Good Questions To Ask Manufacturers

If you are going to call or write to a manufacturer to ask for a written list of gluten-free foods, this page offers some ideas for questions to ask. It may be a good idea to ask the manufacturer to reflect the questions back to you in their answer. For example: "Our products do not contain any of the grains wheat, rye, barley or oats. We have checked with our suppliers and none of the ingredients -- modified food starch, natural flavors, spices, vinegar or alcohol -- in our products have those grains as a source. All of our foods are produced on lines where only gluten-free items are produced, so there are no cross-contamination issues." Or, if these positive answers are not possible -- and very few manufacturers will have such clearly gluten-free products -- specifically letting us know what the issues are is the best advice. So for example: "Our cereal is gluten-free but is manufactured on the same line as cereals which are not. Equipment is cleaned between batches but...." etc.

It is always a temptation to complicate the questions you ask of manufacturers with your own food issues. For example you may be allergic to tomatoes, so you want to ask for foods which are both gluten-free and tomato-free. Or you may believe that oats are safe, and so not include oats in your questions. But for the answers you receive to be most helpful to all, just including wheat, rye, barley and oats -- no more and no less -- is critical.

A Sample Letter

I am a celiac and am unable to eat foods with gluten in them. Gluten can be found in wheat, rye, barley and oats and their byproducts. Celiacs do not have problems with corn, rice, tapioca or potatoes. Can you list for me foods that you make which are gluten free? Things to look out for and consider are foods containing any kind of:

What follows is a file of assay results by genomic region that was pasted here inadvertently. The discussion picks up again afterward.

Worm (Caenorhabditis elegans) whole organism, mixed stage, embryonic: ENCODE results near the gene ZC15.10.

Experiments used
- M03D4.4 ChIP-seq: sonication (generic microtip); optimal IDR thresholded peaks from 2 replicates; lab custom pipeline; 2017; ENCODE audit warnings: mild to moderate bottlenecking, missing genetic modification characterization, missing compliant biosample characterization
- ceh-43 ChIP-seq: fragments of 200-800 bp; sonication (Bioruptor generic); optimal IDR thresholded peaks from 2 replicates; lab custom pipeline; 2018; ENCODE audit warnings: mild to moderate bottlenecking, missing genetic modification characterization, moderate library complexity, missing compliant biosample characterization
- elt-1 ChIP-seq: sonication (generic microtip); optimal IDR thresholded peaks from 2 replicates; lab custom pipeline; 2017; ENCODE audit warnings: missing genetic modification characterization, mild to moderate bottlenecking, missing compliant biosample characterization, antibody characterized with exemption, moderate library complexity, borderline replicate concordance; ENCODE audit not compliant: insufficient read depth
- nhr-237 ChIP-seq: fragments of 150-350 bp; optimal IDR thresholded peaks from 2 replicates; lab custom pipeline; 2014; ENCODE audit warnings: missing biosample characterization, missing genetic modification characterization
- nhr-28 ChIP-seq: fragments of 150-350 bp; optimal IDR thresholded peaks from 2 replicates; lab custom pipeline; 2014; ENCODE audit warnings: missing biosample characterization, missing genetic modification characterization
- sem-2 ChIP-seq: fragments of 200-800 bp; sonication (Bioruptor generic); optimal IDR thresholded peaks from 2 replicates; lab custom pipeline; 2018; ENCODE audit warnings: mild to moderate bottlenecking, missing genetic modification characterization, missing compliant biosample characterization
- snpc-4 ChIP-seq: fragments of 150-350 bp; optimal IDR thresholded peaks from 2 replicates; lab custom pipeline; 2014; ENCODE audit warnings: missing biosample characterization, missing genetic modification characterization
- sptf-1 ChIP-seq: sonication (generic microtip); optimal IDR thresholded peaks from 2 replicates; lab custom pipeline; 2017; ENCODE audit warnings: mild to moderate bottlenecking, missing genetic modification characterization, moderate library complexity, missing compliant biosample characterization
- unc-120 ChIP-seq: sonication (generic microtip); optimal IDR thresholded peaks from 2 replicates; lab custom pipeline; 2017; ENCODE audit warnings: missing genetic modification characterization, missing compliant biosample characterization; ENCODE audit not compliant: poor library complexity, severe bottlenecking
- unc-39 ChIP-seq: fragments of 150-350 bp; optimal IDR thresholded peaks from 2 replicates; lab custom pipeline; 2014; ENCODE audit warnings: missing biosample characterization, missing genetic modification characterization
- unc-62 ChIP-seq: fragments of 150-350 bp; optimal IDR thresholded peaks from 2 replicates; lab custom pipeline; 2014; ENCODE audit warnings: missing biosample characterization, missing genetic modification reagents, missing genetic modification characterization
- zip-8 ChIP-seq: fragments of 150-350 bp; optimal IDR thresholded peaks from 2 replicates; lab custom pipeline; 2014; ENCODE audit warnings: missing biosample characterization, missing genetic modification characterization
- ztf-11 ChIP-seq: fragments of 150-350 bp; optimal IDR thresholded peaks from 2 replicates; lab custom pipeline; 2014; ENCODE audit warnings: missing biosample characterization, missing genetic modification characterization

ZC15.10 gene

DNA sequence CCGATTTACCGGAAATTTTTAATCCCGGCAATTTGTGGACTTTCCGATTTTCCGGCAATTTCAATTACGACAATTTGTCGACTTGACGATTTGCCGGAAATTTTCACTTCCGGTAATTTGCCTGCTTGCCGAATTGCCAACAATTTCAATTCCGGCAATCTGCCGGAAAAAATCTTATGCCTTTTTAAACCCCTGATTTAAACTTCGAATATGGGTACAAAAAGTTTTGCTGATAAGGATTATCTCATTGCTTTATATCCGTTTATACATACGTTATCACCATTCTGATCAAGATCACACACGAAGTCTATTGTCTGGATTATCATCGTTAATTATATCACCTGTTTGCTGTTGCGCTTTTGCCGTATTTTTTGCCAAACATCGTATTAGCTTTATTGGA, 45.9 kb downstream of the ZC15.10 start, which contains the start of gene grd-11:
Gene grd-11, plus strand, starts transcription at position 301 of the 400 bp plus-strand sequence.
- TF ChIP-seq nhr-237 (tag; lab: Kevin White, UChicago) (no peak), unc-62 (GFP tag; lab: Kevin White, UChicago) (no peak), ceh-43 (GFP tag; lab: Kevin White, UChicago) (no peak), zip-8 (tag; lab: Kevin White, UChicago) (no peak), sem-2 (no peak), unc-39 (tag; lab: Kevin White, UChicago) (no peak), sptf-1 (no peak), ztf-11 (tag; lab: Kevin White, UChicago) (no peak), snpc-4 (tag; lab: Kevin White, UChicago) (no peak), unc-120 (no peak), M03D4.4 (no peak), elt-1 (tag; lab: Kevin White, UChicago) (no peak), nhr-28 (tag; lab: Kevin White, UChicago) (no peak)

I also need to be concerned about ingredients which may have a variety of sources, like:

Finally, another concern is the environment in which the food is manufactured and packaged. We need to know if a food is produced on the same line as any other item which contains any of the above problem foods, since even trace amounts of gluten damage a celiac's body, and cross-contamination would be an issue in this situation.

Thank you in advance for your careful research of these issues, and I look forward to hearing from you so that I can share this information with the thousands of members of the celiac community who use the World Wide Web.

We Welcome Your Comments

If you have any thoughts on the form or content of our suggested letter, please Email Me. Thanks!